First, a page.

Many beautiful quotes invite us into stillness. T.S. Eliot offers this:
“At the still point of the turning world. …at the still point, there the dance is,
… Except for the point, the still point,
There would be no dance, and there is only the dance.”
What is the still point? And the dance? Does the poet mean rest in the midst of unrest? Hmm. Stillness benefits our health, steadies our busy minds, calms strong emotions. But, can stillness contain busy-ness? Can the stillness of being include the dance of doing? Can we multi-task in stillness? Hmm.
I was confused. Then this happened. A friend stayed with us overnight recently. She emerged from the guest room wearing soft night-clothes at 7:30 a.m. to find me emptying the dishwasher and brewing tea. She strolled, sat, breathed and said, “Look at you in your blue jeans and sweater. You’re already dressed. Do you ever just rest? Good question, right?”
I said, “Of course. I’ve been up since 5:00 a.m. I’ve been on my yoga mat.” I did not tell her I had book in hand during the practice not only to calm my body, clear my mind and open my heart but to read a yogic text to prepare to teach a class next week.
Still defending my brand of quiet between night and day, I added, “And I meditated.” I left out that I meditated to a CD in French so that I could hear this other language I am trying to learn.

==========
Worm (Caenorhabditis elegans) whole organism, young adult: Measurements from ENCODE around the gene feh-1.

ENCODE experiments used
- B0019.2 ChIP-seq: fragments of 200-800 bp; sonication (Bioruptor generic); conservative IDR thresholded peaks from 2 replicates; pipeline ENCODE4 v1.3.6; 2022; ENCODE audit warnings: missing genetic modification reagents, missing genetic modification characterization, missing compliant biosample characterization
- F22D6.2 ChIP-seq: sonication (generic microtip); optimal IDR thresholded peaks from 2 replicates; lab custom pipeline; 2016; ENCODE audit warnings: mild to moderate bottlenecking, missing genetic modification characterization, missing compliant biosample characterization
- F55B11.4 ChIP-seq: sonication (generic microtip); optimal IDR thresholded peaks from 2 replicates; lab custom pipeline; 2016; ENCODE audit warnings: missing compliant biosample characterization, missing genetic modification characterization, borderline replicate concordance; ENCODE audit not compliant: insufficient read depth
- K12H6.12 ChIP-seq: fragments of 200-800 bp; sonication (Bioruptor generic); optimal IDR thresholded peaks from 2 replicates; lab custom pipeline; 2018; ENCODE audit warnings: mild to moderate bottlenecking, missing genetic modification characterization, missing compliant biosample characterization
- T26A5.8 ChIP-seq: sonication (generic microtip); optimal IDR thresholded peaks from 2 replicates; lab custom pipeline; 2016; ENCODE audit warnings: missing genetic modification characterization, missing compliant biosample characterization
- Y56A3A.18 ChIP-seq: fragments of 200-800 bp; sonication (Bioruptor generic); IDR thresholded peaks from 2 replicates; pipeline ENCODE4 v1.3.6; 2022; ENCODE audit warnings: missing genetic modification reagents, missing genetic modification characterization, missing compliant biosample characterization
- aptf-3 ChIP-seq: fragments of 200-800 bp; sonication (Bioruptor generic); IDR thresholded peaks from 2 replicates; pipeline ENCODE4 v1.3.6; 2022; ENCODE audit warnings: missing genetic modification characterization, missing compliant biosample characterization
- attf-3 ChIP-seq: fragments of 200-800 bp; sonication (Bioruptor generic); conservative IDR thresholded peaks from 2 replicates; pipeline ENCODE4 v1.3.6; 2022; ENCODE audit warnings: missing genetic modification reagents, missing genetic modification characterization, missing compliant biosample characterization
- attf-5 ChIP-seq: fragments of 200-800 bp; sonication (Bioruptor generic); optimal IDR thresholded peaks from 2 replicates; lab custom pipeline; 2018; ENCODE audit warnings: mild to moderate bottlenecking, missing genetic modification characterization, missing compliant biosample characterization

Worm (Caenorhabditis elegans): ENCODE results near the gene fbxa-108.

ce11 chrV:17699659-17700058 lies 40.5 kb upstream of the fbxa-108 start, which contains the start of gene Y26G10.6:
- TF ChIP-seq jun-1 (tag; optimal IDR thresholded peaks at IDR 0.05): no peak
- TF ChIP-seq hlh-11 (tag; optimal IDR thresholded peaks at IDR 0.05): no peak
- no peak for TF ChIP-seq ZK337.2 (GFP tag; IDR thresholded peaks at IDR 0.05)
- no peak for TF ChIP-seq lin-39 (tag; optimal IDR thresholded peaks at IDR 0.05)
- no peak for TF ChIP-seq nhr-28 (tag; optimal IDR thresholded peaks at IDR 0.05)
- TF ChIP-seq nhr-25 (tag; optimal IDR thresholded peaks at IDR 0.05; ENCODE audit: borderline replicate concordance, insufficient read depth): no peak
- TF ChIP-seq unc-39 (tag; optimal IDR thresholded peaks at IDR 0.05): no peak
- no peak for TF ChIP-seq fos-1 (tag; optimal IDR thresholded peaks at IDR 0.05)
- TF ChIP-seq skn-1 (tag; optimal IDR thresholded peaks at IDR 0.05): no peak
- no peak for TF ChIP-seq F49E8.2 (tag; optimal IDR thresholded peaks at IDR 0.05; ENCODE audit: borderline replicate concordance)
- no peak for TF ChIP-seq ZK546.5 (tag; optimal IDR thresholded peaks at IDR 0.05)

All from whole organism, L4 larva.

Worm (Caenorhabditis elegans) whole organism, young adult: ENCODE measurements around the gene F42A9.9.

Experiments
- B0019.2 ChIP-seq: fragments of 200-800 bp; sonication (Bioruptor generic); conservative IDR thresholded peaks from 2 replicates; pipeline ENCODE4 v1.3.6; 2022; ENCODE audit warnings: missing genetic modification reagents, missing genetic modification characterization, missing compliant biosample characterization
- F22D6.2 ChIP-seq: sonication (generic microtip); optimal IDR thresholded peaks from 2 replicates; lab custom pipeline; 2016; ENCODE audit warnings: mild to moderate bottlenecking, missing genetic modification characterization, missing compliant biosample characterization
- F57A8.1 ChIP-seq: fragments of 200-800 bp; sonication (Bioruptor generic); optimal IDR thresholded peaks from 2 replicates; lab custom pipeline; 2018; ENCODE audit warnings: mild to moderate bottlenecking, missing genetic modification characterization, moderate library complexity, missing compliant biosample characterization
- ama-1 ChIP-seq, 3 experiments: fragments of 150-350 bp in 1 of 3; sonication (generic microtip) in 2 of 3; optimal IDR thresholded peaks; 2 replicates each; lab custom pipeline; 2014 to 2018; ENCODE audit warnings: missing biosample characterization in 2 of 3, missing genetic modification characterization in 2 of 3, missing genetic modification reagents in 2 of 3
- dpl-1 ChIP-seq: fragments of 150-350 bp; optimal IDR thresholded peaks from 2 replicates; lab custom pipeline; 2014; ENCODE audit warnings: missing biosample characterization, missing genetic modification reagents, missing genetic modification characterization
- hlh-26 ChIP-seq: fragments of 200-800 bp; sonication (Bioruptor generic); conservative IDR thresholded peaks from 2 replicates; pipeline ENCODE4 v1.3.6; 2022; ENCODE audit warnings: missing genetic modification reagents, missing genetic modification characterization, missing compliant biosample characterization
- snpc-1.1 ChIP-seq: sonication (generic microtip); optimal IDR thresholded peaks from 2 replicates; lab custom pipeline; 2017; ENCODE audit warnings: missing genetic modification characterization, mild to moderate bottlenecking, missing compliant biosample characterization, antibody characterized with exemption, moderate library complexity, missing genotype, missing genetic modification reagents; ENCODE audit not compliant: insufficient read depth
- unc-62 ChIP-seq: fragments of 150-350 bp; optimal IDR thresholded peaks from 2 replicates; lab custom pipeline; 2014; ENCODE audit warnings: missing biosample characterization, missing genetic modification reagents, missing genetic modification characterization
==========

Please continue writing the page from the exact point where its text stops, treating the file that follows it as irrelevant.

As I measured and poured a cup of oats and two cups of water into a pot, then ripped open the walnut bag and the raisin box, she sat, watched, sipped her coffee and said, “I start the day slowly.”
I nodded, “I do too.”
Her slow clearly out-slows my slow, though, and I started to wonder if my still point deserves the adjective “still” at all. I told her, “I do start my day by stopping.”
She shot me a bewildered look and said, “Hmm. Not sure what you mean by stopping. Please explain a little. Stopping what?”
I said, “Well, I don’t jump out of bed and turn on my computer. I don’t hit the ground running by getting up and right away checking my phone. I have the first things I do feel more like a stop than a go.”
She said, “Hmm. Let me think about that.”
What a wonderful contrasting morning conversation we shared, her introversion, my extraversion. I wondered later, if we give ourselves permission to be who we are, how would we define stillness? And if we have some level of self-knowing, how would we own our own way of resting? Do we each have our own individually-defined stillpoint within?
I looked up the word “rest” in my thesaurus: pause, break, breather, breathing time, ease leisure, calm, refuge, shelter, relaxation, respite, time-out. There were more, but I wondered again, can we rest inside activity?
What if our actions, the way we dance through making breakfast, the way we make tea, are our own body’s turning world? And what if a deep central inner stillpoint exists while we dance through our lives, move through our days? What if, in the midst of our own turning, in our core, in our middle, there is stillness, a quiet resting point in the center of the whirlwind of activity? Perhaps part of the human dance is to find ways and courage to contact, to access, our stillpoint as we twist and turn around it. Can stillness exist within movement? Good question, right? Hmm.